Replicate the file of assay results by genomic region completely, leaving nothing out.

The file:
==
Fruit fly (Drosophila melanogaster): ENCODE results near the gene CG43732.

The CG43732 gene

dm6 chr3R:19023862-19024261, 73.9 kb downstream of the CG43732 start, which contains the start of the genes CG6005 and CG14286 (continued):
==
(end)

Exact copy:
Fruit fly (Drosophila melanogaster): ENCODE results near the gene CG43732.

The CG43732 gene

dm6 chr3R:19023862-19024261, 73.9 kb downstream of the CG43732 start, which contains the start of the genes CG6005 and CG14286 (continued):